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Gunmen kidnap son of slain governor in Pakistan

Punjab province Gov. Salman Taseer was killed because he opposed Pakistan's blasphemy law. His son may have been targeted because some in the family continue to speak out against intolerance.

August 27, 2011|By Alex Rodriguez, Los Angeles Times
  • Pakistani police stand next to the car of Shahbaz Taseer, who was abducted in Lahore, Pakistan. Taseer's father, a liberal provincial governor, was killed in January for his opposition to the country's blasphemy law.
Pakistani police stand next to the car of Shahbaz Taseer, who was abducted… (Arif Ali, AFP/Getty Images )

Reporting from Islamabad, Pakistan — Gunmen on Friday kidnapped the son of a liberal provincial governor assassinated this year in retaliation for his opposition to Pakistan's blasphemy law.

The abduction of Salman Taseer's son Shahbaz in the eastern city of Lahore raised concern that Islamic extremists were intent on targeting members of the Taseer family, some of whom have continued to speak out against intolerance in Pakistani society after the Punjab province governor's slaying Jan. 4.

Bodyguard Malik Mumtaz Hussain Qadri told police he killed the governor because of his stance against the blasphemy statute, which makes it a makes it a crime to insult the prophet Muhammad, the Koran or Islam and can be result in execution. Qadri is awaiting trial.

Western leaders and analysts were particularly dismayed by the reaction to the assassination. Many Pakistanis showered Qadri with praise and called him a hero, exposing the degree of support that Islamist extremists enjoy within Pakistan. Two months after Taseer's killing, Pakistan's minority affairs minister, a Christian, was assassinated in an attack believed tied to his opposition to the blasphemy law.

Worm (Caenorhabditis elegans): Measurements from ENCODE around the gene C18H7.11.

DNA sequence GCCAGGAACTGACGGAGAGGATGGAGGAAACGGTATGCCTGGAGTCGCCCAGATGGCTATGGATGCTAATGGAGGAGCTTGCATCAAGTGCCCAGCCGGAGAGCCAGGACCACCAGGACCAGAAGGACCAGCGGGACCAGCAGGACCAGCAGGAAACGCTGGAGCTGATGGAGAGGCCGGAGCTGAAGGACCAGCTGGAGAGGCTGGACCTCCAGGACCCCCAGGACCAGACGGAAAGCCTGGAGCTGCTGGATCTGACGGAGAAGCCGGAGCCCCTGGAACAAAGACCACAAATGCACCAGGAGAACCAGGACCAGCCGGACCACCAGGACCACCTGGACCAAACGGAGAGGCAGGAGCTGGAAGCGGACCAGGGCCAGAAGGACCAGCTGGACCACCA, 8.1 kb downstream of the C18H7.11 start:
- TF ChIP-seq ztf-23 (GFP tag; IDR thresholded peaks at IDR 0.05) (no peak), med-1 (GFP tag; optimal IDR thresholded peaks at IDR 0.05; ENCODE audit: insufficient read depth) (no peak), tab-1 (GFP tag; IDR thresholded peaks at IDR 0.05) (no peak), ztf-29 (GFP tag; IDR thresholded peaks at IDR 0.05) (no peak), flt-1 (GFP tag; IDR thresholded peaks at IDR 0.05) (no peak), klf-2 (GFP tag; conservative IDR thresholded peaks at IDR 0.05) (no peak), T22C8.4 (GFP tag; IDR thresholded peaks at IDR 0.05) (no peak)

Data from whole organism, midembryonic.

Police say Shahbaz Taseer, 28, was heading to his office when four men on motorcycles pulled up to his silver Mercedes and forced him out at gunpoint. They pushed him into a waiting vehicle and sped away, police said.

Authorities say they have no suspects and that the Taseer family has not received a ransom demand.

The provincial government had assigned a security team to the younger Taseer, but no guards were with him when the abduction occurred, police said.

Rana Sanaullah, Punjab's law minister, suggested that Islamic militants may have been behind Taseer's kidnapping.

"This is a very distressing incident," Sanaullah told reporters in Lahore. "Involvement of terrorist organizations in abduction incidents is getting grave across the country."

Ali Dayan Hasan, South Asia researcher for Human Rights Watch, urged Pakistani authorities to move quickly to rescue Taseer.

"This family has suffered too much already, and given the security threats directed toward them in the aftermath of Gov. Taseer's death, this kidnapping underscores the failing writ of the state and its inability to provide security even to those known to be at high risk," Hasan said in a statement.

Taseer's abduction follows the Aug. 13 kidnapping of U.S. development expert Warren Weinstein from his house in Lahore. On Thursday, police raided a house in the central Pakistani town of Khushab where they believed Weinstein was being held, but the kidnappers had fled with the American before police arrived, Lahore authorities said.

Weinstein was seized two days before he was scheduled to move back to the United States after living in Pakistan for seven years. He is Pakistan country director for J.E. Austin Associates, a consulting firm for development projects in Pakistan and other countries.

Police have arrested three people they believe are linked to a gang that kidnapped Weinstein.

alex.rodriguez@latimes.com

Special correspondent Nasir Khan in Islamabad contributed to this report.

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